SEOUL, Jan. 14 (Korea Bizwire) — Top construction equipment maker Doosan Infracore Co. on Thursday gained the upper hand in a lawsuit brought against it by investors in its Chinese unit Doosan Infracore China Co. (DICC) as the Supreme Court sent the case back to a lower court for retrial.
The highest court ordered the appeals court to reconsider its ruling favorable to the financial investors including Mirae Asset Private Equity, saying that Doosan Infracore’s failure to share information about its Chinese unit did not get in the way of financial investors selling their 20 percent stake in DICC.
In 2011, Doosan Infracore invited financial investors of DICC to make inroads into the Chinese construction equipment market and repay its debts, promising to help them retrieve their investment by listing the shares of DICC on the Chinese market within three years.
In returning for their investment worth 380 billion won (US$346 million), Doosan Infracore gave a 20 percent stake in DICC to financial investors, holding on to a 80 percent stake of its Chinese unit.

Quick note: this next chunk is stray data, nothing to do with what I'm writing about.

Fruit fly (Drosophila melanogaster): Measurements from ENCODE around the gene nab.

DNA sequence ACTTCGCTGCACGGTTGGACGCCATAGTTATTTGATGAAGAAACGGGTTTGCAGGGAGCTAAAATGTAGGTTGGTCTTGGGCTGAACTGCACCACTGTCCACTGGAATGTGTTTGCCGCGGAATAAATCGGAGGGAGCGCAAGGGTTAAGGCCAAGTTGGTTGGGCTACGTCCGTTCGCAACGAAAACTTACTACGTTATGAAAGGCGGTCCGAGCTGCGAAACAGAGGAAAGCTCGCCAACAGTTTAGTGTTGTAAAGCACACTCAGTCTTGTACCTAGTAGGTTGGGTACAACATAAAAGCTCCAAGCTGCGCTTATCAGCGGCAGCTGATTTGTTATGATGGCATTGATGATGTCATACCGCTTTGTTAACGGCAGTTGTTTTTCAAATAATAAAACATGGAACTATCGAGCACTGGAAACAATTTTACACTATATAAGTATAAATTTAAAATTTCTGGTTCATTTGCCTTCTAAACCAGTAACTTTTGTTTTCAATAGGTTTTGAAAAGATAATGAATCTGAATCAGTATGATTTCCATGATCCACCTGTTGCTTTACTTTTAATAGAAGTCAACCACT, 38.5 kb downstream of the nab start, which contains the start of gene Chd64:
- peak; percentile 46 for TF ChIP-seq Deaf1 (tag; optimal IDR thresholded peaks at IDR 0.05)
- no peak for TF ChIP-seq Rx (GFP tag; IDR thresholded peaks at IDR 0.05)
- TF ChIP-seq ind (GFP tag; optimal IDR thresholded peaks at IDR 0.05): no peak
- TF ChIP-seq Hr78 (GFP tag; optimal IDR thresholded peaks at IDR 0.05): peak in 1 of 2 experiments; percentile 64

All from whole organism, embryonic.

Doosan Infracore promised that it would sell its 80 percent stake in DICC to ensure the prices of financial investors’ stake in the unlisted company would not fall if it failed to list DICC on China’s stock market within three years.
But Doosan Infracore failed to list DICC on China’s stock market during the cited period.
Financial investors urged Doosan Infracore to sell its stake as they wanted to sell their stake at a reasonable price to retrieve their investment.
In a bid to facilitate the stake sale, the investors called for a wider disclosure of DICC’s internal information, but Doosan Infracore refused their calls, citing concerns over leaks of secret information.
Defying Doosan Infracore’s claim, the investors launched the legal dispute in 2015, urging Doosan Infracore to buy back their 20 percent stake in DICC for 800 billion won.
In the previous two trials, the rulings were mixed. A local court found in favor of Doosan Infracore, while an appeals court upheld the investors’ claim calling for the release of wider information on DICC.
With the order for retrial by the highest court, Doosan Infracore has no need to buy back the 20 percent stake in DICC from its financial investors.
The buyback of the stake held by the financial investors was expected to cost about 800 billion won and put a burden on cash-squeezed Doosan Group’s self-rescue plan.
In December, Doosan Heavy Industries & Construction Co. signed an initial deal with Hyundai Heavy Industries Holdings Co. to sell its stake in Doosan Infracore.